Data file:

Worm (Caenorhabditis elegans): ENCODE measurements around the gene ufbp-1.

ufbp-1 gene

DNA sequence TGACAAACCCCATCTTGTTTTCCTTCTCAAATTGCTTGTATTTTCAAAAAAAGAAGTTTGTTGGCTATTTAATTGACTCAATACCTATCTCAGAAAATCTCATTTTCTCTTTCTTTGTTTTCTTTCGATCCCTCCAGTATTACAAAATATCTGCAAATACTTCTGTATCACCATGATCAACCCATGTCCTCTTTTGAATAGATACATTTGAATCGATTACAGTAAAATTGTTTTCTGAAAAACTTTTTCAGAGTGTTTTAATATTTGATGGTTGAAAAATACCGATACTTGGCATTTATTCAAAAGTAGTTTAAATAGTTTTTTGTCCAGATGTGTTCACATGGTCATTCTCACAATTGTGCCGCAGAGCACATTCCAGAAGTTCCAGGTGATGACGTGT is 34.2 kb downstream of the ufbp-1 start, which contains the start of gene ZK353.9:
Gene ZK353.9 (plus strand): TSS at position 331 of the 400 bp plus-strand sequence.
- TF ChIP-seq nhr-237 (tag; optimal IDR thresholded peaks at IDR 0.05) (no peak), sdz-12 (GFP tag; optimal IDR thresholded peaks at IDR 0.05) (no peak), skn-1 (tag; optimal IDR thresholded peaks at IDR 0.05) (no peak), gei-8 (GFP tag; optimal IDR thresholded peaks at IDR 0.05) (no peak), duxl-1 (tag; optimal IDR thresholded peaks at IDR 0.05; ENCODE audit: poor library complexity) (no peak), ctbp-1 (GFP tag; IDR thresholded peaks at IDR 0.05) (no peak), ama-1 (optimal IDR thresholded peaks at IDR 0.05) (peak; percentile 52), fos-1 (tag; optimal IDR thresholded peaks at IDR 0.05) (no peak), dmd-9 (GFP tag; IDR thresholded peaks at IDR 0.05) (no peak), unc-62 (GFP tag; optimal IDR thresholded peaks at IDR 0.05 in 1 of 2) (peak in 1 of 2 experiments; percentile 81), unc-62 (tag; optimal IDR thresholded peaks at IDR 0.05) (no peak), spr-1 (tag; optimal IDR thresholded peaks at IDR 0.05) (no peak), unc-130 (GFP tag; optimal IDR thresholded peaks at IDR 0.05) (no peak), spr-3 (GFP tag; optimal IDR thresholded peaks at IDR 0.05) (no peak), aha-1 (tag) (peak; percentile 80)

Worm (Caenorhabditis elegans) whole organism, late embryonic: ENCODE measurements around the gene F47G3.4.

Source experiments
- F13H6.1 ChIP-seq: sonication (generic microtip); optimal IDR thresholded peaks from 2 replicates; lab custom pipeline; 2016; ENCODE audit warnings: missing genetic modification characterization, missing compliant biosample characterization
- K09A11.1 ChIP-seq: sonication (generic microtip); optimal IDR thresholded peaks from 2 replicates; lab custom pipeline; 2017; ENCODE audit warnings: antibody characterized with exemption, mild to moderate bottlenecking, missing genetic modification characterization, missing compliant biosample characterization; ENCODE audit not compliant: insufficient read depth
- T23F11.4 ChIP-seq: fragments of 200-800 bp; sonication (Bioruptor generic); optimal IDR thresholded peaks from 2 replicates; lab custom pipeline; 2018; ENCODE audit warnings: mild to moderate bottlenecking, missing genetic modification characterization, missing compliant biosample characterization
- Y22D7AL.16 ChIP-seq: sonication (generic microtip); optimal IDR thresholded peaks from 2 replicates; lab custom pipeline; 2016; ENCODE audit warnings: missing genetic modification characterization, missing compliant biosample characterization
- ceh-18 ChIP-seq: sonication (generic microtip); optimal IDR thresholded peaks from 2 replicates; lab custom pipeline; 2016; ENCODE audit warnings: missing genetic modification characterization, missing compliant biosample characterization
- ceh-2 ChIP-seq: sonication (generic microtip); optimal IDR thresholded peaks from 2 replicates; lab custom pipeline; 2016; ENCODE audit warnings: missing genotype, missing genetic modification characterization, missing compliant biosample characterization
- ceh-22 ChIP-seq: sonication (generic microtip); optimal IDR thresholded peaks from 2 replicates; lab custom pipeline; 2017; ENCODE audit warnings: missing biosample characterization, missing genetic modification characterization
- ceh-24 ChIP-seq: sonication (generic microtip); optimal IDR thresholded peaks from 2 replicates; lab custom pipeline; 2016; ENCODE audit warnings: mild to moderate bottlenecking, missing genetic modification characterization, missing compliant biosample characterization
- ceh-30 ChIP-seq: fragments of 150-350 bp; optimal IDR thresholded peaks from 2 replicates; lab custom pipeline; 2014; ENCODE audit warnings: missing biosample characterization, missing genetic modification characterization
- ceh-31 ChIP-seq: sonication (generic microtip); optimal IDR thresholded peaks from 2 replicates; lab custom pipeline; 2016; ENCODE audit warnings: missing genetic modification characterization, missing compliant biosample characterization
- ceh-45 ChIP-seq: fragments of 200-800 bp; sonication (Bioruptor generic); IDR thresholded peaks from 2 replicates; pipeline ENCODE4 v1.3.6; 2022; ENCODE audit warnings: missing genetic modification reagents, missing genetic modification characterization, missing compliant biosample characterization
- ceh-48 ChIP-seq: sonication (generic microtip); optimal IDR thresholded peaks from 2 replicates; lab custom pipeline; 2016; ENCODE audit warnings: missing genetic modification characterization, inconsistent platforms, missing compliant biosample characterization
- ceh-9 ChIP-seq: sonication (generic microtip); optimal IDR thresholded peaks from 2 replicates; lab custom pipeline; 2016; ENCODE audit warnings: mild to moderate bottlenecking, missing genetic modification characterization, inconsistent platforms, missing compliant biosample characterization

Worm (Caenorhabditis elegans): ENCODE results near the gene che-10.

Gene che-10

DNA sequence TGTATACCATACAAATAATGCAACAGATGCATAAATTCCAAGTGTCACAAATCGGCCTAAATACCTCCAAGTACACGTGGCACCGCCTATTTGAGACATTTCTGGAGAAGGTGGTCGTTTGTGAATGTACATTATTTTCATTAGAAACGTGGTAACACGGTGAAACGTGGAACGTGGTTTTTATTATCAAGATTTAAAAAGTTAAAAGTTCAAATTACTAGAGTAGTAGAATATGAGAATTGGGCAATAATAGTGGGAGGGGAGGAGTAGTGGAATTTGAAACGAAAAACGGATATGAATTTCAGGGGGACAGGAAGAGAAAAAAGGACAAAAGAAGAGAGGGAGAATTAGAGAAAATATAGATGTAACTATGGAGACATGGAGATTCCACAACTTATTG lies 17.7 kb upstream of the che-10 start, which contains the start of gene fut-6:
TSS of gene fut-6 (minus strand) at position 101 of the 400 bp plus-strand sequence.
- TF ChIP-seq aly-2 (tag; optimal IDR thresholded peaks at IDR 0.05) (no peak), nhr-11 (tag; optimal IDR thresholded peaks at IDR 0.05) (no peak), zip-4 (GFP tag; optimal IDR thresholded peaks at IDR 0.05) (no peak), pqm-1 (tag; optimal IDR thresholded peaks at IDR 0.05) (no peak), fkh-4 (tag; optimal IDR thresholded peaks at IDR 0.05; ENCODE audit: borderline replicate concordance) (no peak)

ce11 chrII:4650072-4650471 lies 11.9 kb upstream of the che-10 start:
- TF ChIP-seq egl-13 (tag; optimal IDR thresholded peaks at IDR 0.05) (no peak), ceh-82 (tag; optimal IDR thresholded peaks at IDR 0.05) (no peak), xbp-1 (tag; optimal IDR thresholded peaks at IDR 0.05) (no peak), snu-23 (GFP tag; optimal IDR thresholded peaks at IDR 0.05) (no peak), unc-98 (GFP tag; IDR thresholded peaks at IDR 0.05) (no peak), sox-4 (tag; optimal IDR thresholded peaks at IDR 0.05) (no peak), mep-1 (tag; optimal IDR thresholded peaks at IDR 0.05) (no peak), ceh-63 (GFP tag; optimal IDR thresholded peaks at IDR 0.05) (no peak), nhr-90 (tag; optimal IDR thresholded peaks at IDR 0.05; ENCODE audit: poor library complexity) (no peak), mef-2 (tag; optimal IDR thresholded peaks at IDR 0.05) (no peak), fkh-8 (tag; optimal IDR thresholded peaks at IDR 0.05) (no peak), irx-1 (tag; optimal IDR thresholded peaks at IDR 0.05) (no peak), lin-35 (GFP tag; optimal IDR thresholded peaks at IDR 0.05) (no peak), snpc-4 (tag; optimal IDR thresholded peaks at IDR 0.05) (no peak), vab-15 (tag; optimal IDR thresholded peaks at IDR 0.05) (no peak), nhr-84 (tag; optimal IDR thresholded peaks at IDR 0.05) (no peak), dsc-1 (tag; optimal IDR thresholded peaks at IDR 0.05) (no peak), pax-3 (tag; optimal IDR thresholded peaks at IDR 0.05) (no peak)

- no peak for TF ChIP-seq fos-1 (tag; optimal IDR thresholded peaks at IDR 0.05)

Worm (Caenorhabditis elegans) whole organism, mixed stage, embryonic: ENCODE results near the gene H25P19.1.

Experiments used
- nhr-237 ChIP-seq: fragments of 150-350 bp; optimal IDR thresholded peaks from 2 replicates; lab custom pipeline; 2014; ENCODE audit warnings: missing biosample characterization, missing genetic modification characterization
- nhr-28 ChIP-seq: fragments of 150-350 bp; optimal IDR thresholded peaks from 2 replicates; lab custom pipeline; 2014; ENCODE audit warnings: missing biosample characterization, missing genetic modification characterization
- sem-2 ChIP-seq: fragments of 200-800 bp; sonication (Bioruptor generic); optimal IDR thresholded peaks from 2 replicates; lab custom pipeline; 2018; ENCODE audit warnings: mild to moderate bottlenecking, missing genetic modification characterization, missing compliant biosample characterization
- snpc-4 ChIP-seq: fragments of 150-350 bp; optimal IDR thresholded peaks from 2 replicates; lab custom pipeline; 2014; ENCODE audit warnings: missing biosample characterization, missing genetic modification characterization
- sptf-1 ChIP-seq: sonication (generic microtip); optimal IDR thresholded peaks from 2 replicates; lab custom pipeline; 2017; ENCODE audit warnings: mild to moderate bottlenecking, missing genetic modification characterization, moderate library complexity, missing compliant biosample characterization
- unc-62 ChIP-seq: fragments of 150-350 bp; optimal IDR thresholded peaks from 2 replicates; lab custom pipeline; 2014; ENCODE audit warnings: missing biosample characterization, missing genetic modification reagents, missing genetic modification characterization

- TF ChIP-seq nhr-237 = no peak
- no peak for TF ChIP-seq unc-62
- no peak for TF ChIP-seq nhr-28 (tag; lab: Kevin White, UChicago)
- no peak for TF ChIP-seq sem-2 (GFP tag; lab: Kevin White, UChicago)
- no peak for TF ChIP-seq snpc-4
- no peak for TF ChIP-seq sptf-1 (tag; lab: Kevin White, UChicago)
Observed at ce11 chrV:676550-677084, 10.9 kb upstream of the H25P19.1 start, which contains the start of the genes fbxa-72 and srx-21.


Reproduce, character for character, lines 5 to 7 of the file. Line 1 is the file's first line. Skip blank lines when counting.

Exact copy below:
- TF ChIP-seq nhr-237 (tag; optimal IDR thresholded peaks at IDR 0.05) (no peak), sdz-12 (GFP tag; optimal IDR thresholded peaks at IDR 0.05) (no peak), skn-1 (tag; optimal IDR thresholded peaks at IDR 0.05) (no peak), gei-8 (GFP tag; optimal IDR thresholded peaks at IDR 0.05) (no peak), duxl-1 (tag; optimal IDR thresholded peaks at IDR 0.05; ENCODE audit: poor library complexity) (no peak), ctbp-1 (GFP tag; IDR thresholded peaks at IDR 0.05) (no peak), ama-1 (optimal IDR thresholded peaks at IDR 0.05) (peak; percentile 52), fos-1 (tag; optimal IDR thresholded peaks at IDR 0.05) (no peak), dmd-9 (GFP tag; IDR thresholded peaks at IDR 0.05) (no peak), unc-62 (GFP tag; optimal IDR thresholded peaks at IDR 0.05 in 1 of 2) (peak in 1 of 2 experiments; percentile 81), unc-62 (tag; optimal IDR thresholded peaks at IDR 0.05) (no peak), spr-1 (tag; optimal IDR thresholded peaks at IDR 0.05) (no peak), unc-130 (GFP tag; optimal IDR thresholded peaks at IDR 0.05) (no peak), spr-3 (GFP tag; optimal IDR thresholded peaks at IDR 0.05) (no peak), aha-1 (tag) (peak; percentile 80)

Worm (Caenorhabditis elegans) whole organism, late embryonic: ENCODE measurements around the gene F47G3.4.

Source experiments